Rail or trail? Eastsiders gather in Woodinville to sip wine and talk trains

A new Eastside TRailway Alliance wants to keep the Eastside rail corridor. Kirkland wants to tear it up. Round One at Chateau Ste. Michelle was informational - and courteous.
Crosscut archive image.
A new Eastside TRailway Alliance wants to keep the Eastside rail corridor. Kirkland wants to tear it up. Round One at Chateau Ste. Michelle was informational - and courteous.

More than 40 people, including many elected officials, convened Thursday evening at a Woodinville winery for the latest move in the chess game over the fate of the rail line through eastern King and Snohomish counties. Chaired by Snohomish Mayor Karen Guzak and Woodinville councilmember Les Rubstello, the meeting christened the Eastside TRailway Alliance, which is questioning Kirkland's plans to turn a key corridor segment into a trail.

TRailway organizers circulated a statement: “We support the retention of the Eastside Rail Corridor track and thus support a moratorium on all removal of track in the entire Eastside Rail Corridor, specifically Kirkland’s 5.75 mile portion.“ Several attendees signed the statement; elected officials took home copies to share with their constituents.

Central to TRailway’s plan is rehabilitation of an initial 11 miles of track between Snohomish and Woodinville. The cost of that rehab could reach $6 million. State funding will be needed. Freight access to the segment belongs to the Eastside Community Rail company. ECR managing director Doug Engle, who attended the meeting, has his sights on excursion traffic to the Woodinville wineries, and on freight service extending as far south as Bellevue. Engle’s allies include Guzak, who got a rise from the Woodinville winery reps in attendance when she said TRailway advocates want a rehabbed track so smooth that passengers would not spill their glasses of Chateau Ste. Michelle. (Chateau Ste. Michelle hosted the event.)

The Trailway Alliance is pleading its case to a regional advisory council established by the King County Council in December “to initiate a regional planning process” on what's next for the corridor. The council's report is due July 31. Kirkland is planning to seek bids for the railway’s removal in February, according to Dave Godfrey, Kirkland’s transportation engineering manager, who attended the meeting. Track removal could begin as early as April.

Activists argue that it makes no sense to tear up the tracks for a trail only to build new rail infrastructure later, as Kirkland city manager Kurt Triplett has predicted. The Alliance would keep Kirkland's rails so that “millions of cubic yards of spoils” from Bellevue construction projects can be transported by rail, rather than via truck along the already clogged I-405. In its statement, the Alliance notes that construction spoils could be used in “construction of a maintenance access alongside the tracks that can also serve as a pedestrian/bike trail.”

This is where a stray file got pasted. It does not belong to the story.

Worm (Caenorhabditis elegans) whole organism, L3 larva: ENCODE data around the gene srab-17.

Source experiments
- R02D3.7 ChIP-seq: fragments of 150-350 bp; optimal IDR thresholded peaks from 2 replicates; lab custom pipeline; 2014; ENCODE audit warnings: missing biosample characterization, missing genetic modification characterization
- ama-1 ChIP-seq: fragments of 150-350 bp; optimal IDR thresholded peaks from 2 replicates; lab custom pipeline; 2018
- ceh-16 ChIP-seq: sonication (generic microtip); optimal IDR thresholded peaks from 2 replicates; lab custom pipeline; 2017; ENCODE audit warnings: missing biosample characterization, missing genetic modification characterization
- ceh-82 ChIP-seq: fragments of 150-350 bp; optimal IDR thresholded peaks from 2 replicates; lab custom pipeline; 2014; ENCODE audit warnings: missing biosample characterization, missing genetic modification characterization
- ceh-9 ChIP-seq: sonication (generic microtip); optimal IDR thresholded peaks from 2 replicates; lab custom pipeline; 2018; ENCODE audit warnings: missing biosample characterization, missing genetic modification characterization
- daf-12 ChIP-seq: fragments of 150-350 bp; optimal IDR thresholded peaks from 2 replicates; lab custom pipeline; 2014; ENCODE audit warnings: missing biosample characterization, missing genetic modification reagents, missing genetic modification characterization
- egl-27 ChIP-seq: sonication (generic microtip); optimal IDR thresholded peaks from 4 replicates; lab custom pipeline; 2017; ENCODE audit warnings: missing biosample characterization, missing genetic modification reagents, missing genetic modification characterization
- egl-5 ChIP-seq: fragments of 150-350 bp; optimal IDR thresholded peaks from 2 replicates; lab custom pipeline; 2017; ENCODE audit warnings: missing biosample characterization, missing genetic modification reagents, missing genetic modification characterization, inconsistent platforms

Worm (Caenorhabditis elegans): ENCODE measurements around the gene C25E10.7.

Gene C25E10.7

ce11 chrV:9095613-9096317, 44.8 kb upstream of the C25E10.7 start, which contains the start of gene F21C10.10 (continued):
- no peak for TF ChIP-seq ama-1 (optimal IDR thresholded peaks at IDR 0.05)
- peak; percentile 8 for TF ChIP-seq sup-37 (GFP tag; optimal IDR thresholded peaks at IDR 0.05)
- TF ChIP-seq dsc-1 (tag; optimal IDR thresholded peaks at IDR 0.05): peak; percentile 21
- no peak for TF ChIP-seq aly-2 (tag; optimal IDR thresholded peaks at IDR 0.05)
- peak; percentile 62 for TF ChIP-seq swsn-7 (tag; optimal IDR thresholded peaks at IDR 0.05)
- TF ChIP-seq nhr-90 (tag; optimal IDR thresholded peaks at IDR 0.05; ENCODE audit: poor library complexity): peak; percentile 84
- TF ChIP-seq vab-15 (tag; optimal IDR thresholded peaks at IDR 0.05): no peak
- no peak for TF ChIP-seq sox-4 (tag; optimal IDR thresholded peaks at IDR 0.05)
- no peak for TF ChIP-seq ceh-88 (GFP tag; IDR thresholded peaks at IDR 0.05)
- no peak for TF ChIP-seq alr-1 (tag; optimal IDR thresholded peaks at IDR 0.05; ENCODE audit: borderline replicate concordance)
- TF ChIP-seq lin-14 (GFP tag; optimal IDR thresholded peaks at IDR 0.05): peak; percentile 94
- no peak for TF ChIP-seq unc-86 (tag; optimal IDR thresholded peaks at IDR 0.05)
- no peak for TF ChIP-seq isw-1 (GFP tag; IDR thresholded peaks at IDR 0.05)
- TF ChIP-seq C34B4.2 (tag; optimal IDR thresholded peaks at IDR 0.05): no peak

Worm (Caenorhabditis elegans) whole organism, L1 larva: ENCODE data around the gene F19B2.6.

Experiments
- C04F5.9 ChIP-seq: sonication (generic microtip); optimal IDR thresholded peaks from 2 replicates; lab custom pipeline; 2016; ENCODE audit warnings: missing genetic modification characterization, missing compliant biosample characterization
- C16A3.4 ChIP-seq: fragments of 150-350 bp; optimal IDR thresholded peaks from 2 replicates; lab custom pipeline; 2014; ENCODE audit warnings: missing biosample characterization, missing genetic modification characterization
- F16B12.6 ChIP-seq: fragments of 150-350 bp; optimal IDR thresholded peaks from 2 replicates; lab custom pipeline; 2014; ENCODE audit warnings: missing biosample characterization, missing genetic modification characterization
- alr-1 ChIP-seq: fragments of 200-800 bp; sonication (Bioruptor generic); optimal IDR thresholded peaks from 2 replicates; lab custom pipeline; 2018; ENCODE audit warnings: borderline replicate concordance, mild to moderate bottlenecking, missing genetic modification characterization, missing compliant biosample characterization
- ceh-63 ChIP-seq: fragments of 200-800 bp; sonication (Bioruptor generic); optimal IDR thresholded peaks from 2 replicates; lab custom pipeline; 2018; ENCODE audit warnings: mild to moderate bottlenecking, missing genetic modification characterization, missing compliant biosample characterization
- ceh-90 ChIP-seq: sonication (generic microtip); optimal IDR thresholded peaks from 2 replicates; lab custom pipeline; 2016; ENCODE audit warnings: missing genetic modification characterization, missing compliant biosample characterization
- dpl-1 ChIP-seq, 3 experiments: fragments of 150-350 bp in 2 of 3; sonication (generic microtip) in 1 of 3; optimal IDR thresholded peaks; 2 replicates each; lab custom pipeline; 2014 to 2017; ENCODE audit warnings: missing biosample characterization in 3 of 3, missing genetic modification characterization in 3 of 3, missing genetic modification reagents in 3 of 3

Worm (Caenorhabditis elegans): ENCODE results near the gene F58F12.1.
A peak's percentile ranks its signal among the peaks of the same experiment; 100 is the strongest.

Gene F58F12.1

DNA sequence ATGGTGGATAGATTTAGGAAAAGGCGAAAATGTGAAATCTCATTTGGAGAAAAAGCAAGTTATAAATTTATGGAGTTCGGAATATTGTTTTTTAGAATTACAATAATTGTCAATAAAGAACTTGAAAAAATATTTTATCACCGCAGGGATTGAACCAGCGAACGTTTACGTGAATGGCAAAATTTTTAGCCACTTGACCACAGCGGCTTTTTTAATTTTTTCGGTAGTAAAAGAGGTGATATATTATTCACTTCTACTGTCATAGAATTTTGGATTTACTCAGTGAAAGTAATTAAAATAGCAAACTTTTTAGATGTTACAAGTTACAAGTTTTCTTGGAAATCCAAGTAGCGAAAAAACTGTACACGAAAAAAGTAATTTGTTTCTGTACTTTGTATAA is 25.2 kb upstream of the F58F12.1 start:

The spoils proposal seemed to sit well with Bruce Nurse, vice president of Bellevue-based Kemper Development, who was among the meeting attendees. “There's quite a few benefits to it, if the costs are in order,” he said. ”But we don't view this thing as solely an opportunity for our company. There could be a number of developers involved.”

Jane Hague, King County Council vice-chair, told the gathering that the corridor was “a blank canvas.” But in an interview after the meeting, she said she did not believe that Kirkland should hold off on its rail removal plans pending the outcome of the advisory council’s work. “It's their choice to do what they want to do with it,” she said of Kirkland. She expressed hope, though, for more clarity on “what their operating plan is.”

Crosscut archive image.

By contrast, Mayor Karen Guzak's view was unambiguous. “If Kirkland takes out the tracks, that really messes with a lot of plans,” said Guzak (at left). “I really wish they’d wait.” She said the Alliance would “make a strong case to the city of Kirkland” in hopes of getting the city to change course.

And if Kirkland could not be swayed? Guzak would consider more discussions, meetings between Engle and government officials, even an appeal to the federal Surface Transportation Board, which regulates freight railroads. But, said Guzak, Snohomish would not itself file such an action.

Engle declined to comment on Guzak's report. The meeting did not change Kurt Triplett’s mind. On the contrary, said Triplett, “Kirkland is really excited about this trail. We actually hope that some information we gave will help people think differently about Kirkland.” The conversation continues in three weeks when the TRailway Alliance reconvenes in Woodinville to solidify its Eastside rail manifesto.


Please support independent local news for all.

We rely on donations from readers like you to sustain Crosscut's in-depth reporting on issues critical to the PNW.


About the Authors & Contributors